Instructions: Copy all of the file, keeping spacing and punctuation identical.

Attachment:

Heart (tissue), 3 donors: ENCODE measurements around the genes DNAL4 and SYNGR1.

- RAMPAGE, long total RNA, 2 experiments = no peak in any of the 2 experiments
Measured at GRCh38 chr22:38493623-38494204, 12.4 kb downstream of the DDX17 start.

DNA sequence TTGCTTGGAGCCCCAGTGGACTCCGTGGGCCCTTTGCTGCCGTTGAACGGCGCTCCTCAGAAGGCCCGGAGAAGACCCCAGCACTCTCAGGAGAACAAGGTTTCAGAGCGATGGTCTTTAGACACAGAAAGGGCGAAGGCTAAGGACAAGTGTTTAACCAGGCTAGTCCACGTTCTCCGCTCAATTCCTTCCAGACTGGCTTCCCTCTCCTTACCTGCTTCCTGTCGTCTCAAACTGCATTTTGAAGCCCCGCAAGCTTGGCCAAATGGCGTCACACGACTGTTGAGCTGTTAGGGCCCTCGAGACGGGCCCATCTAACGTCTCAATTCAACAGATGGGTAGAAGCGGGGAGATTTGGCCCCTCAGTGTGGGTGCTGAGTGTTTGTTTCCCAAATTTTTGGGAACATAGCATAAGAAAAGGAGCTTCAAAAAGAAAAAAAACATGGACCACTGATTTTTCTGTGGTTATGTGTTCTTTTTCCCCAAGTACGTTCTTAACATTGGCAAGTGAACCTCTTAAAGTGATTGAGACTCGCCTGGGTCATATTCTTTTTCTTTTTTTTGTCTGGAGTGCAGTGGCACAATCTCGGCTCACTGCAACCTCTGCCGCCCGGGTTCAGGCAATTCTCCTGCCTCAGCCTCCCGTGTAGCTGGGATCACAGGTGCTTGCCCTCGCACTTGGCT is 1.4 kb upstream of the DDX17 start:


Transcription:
Heart (tissue), 3 donors: ENCODE measurements around the genes DNAL4 and SYNGR1.

- RAMPAGE, long total RNA, 2 experiments = no peak in any of the 2 experiments
Measured at GRCh38 chr22:38493623-38494204, 12.4 kb downstream of the DDX17 start.

DNA sequence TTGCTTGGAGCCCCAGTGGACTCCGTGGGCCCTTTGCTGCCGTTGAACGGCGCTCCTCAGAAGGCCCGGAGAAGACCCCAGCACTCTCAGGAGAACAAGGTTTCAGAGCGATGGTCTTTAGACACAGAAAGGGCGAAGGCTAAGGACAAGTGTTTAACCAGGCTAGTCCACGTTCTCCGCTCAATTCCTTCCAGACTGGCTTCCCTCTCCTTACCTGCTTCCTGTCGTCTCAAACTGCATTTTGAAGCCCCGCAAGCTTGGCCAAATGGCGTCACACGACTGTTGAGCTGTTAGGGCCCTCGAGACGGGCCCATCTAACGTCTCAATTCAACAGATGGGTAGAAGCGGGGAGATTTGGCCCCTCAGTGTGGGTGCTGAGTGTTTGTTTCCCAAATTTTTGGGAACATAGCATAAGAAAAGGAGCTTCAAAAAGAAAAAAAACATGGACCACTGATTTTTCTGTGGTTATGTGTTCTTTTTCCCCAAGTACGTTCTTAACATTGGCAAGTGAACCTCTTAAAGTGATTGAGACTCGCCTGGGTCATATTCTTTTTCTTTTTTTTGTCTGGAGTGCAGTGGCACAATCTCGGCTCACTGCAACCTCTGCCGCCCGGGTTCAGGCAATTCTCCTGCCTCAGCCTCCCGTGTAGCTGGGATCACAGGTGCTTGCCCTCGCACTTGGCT is 1.4 kb upstream of the DDX17 start: